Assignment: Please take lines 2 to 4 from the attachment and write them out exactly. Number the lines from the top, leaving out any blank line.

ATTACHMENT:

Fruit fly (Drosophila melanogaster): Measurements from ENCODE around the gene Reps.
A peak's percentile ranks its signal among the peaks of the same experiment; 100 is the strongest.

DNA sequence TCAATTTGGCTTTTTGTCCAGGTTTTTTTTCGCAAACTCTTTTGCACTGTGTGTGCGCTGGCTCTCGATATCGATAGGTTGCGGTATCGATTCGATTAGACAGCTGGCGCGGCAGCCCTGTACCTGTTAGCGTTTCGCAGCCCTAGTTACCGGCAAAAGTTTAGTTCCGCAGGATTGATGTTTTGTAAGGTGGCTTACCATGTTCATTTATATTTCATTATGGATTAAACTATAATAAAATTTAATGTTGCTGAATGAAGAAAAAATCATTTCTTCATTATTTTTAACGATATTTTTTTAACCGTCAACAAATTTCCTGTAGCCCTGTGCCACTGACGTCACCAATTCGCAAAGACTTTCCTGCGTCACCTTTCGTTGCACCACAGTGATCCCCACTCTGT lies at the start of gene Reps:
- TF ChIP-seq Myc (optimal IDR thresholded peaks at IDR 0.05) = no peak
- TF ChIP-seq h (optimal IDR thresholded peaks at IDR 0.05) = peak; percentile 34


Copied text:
A peak's percentile ranks its signal among the peaks of the same experiment; 100 is the strongest.

DNA sequence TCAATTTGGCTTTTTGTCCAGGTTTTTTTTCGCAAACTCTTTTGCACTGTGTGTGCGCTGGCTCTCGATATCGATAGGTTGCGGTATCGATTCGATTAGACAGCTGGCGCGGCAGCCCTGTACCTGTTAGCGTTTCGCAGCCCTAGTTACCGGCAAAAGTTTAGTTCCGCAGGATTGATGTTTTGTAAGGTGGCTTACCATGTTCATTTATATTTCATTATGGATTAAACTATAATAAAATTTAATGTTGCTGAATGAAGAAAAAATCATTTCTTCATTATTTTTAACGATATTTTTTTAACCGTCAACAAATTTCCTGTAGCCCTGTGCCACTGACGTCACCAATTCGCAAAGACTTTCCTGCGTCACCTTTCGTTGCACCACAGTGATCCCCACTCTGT lies at the start of gene Reps:
- TF ChIP-seq Myc (optimal IDR thresholded peaks at IDR 0.05) = no peak